When Apple spoken iOS 15 at WWDC in June, they stirred up quite the fervor with the latest privacy updates (a predictable pattern for the last couple of years). “No increasingly IP write in Safari” seemed to be the big takeaway. Now that we’re getting closer to the September release of iOS 15, some of the details are rhadamanthine clearer. Using the iOS 15 public beta, I was worldly-wise to test out some of these new capabilities. Here’s what I found.
Safari Will Hibernate IP Addresses for “Trackers” Whether You Have iCloud or Not in iOS 15
In the settings for Safari, there are three options to hibernate your IP address:
- Trackers and Websites
- Trackers Only
The default setting is “Trackers Only,” and this does not require a subscription to iCloud to use. If you segregate “Trackers and Websites,” you’ll be prompted to subscribe to iCloud and enable Private Relay. Although it does not specify here what a tracker is, I can only seem it will use the same on-device machine learning algorithm employed by Intelligent Tracking Protection (ITP) since 2017.
There Are Two Settings for IP Write Location with Private Relay
When iCloud Private Relay is active, there are two settings for IP Write location:
- Maintain General Location
- Use Country and Time Zone
I believe the first option is meant to be increasingly granular, and the second option is much broader. Unfortunately, these options were not fully operational in the beta test I ran. Even when I chose “Maintain General Location” (the default), Private Relay gave me an IP write in El Cajon, CA, which is quite far from my very location in Seattle, WA. I fully expect this to transpiration when iOS 15 is released.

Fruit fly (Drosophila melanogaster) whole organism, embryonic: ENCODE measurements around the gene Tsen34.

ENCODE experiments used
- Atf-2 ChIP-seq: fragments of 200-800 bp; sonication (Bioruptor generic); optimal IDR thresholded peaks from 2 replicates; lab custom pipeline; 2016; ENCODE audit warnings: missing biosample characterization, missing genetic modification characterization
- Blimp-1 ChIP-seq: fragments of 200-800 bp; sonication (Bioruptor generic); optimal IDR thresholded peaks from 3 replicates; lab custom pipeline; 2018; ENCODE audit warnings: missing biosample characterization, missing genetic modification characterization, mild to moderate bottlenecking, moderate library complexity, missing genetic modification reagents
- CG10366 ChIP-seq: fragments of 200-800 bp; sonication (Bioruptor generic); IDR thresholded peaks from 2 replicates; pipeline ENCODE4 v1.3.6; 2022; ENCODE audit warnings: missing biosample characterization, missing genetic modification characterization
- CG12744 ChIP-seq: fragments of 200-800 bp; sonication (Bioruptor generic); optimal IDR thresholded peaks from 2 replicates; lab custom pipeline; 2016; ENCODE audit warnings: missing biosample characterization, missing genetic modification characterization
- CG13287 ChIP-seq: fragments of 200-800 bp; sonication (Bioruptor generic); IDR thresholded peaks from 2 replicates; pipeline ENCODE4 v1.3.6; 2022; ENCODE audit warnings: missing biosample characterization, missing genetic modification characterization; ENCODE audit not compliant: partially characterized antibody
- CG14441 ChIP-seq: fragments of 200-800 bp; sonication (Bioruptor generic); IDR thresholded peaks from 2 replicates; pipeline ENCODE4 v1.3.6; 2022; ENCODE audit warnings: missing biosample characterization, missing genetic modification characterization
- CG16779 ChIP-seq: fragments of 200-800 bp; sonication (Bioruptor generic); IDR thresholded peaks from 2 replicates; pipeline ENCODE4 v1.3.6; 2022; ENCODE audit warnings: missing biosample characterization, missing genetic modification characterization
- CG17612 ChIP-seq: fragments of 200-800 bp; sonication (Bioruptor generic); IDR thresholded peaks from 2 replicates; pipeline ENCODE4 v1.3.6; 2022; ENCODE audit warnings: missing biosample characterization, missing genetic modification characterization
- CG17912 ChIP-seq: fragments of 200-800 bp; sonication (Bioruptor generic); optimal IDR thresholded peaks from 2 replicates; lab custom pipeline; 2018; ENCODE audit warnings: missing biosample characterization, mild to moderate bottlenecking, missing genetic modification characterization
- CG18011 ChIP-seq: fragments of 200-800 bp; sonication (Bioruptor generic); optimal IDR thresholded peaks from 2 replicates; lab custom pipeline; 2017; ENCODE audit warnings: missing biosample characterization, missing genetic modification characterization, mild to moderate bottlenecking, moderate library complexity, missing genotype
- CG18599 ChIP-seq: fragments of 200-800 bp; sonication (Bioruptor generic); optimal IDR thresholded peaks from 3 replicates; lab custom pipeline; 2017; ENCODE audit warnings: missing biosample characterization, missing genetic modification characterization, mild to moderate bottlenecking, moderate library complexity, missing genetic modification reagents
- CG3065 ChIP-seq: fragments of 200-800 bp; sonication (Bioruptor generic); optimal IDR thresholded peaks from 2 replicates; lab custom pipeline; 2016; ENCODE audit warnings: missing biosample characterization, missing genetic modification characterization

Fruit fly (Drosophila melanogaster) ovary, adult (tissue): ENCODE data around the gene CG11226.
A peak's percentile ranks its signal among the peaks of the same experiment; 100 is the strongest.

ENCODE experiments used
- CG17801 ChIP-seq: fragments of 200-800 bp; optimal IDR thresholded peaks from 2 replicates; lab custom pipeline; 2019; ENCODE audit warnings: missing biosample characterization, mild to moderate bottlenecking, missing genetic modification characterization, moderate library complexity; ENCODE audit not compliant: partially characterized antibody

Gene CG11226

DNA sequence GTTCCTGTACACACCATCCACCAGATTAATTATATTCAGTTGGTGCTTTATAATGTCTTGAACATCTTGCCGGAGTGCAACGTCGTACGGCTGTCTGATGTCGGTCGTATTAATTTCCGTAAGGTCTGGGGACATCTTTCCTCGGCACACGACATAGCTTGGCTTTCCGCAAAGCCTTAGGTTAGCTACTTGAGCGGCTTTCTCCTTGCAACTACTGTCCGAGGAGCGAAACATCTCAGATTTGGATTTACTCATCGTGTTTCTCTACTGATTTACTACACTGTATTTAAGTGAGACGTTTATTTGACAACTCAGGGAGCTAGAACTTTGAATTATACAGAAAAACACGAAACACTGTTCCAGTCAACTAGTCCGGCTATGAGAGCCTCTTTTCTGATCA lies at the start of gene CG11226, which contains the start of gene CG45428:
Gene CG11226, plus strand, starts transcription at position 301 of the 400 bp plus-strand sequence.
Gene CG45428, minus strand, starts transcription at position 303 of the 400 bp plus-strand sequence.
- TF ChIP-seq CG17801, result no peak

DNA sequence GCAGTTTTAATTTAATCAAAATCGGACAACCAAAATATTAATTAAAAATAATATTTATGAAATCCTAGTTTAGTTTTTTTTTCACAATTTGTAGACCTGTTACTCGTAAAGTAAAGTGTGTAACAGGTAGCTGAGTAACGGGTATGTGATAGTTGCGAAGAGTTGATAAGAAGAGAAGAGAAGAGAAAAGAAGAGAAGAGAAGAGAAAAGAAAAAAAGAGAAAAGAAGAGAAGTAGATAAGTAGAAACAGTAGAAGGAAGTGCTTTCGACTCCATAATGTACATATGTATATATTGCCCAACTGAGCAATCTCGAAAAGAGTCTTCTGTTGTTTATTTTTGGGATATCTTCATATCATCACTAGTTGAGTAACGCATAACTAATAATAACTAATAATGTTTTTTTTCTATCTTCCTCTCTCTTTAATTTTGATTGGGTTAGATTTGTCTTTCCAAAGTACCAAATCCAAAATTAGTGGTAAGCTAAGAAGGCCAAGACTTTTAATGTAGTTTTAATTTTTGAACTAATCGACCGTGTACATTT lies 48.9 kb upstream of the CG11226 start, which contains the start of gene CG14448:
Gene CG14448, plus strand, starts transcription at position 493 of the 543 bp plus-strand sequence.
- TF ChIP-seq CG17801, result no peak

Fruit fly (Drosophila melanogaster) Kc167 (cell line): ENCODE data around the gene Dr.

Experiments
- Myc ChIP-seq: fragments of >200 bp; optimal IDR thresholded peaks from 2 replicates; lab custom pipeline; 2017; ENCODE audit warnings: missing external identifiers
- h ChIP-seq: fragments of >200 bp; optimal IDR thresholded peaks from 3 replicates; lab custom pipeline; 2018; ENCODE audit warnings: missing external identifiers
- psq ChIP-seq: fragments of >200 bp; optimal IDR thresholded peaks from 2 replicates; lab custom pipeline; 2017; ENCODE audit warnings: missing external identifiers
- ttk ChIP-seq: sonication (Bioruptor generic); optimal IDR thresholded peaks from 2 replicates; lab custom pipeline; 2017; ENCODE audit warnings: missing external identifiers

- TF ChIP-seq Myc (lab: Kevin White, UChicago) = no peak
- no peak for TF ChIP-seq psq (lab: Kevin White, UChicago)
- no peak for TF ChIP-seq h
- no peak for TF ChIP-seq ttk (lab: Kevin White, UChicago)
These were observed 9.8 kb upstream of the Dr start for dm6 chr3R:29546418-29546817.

TUNE Postback Tracking Will Still Function Over Private Relay
While I didn’t expect Private Relay to have any effect on our postback tracking, I tested it to make sure. I clicked a TUNE tracking link with Private Relay enabled, then triggered a conversion by visiting a confirmation page. The transaction ID was passed as normal, and the conversion fired.
Messaging Virtually AppTrackingTransparency Continues to Be Frustrating
Various wording in the tracking settings has reverted with iOS 15, and it highlights the stark difference between Apple’s unravelment of their own tracking practices versus the AppTrackingTransparency (ATT) prompt for all other developers.
As you can see above, in Apple’s own prompt, they unmistakably frame personalized ads as a good thing. What’s more, they highlight the fact that opting out of personalized ads does not reduce the number of ads you receive. I think this is one of the biggest misconceptions well-nigh ATT: the stereotype consumer likely believes that opting out of tracking will reduce the number of ads.
In the ATT prompt on the right, the difference is night and day. They put it on developers to mention anything well-nigh personalized ads (as DoorDash has washed-up in this example) and use warlike anti-tracking language that makes it sound very bad.
The Only Constant Is Change
In such a fast-moving industry, the only thing we can count on is that it will alimony changing. Many businesses are unprotected in the crossfire between tech giants like Apple and their uncounted jockeying for position, so we’ll do our weightier to alimony reporting on the changes and their impact on partner marketing.
Questions or comments well-nigh iOS 15? Let us know in the scuttlebutt section unelevated or reach out to us at email@example.com.
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